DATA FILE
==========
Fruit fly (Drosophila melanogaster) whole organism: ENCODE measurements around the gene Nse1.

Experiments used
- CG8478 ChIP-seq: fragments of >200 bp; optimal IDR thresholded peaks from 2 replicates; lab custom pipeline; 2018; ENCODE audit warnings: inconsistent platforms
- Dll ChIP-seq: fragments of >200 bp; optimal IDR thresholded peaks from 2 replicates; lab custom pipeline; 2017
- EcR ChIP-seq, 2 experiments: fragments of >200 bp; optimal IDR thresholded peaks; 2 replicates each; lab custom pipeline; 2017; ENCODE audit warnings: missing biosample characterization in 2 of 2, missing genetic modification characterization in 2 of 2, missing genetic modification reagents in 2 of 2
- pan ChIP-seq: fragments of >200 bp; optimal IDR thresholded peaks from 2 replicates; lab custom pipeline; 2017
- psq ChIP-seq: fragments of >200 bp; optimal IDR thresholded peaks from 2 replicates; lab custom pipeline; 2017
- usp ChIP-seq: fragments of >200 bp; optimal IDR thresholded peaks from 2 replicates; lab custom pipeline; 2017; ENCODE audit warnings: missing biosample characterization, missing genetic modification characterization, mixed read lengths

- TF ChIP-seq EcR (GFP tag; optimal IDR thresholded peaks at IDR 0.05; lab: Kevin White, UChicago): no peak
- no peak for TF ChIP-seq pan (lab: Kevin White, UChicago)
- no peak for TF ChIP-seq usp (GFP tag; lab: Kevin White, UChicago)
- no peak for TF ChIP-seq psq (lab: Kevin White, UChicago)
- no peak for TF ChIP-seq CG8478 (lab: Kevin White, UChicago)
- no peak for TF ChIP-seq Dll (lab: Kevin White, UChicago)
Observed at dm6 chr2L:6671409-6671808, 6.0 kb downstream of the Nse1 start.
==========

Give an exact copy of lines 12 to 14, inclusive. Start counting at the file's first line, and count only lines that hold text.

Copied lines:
- no peak for TF ChIP-seq psq (lab: Kevin White, UChicago)
- no peak for TF ChIP-seq CG8478 (lab: Kevin White, UChicago)
- no peak for TF ChIP-seq Dll (lab: Kevin White, UChicago)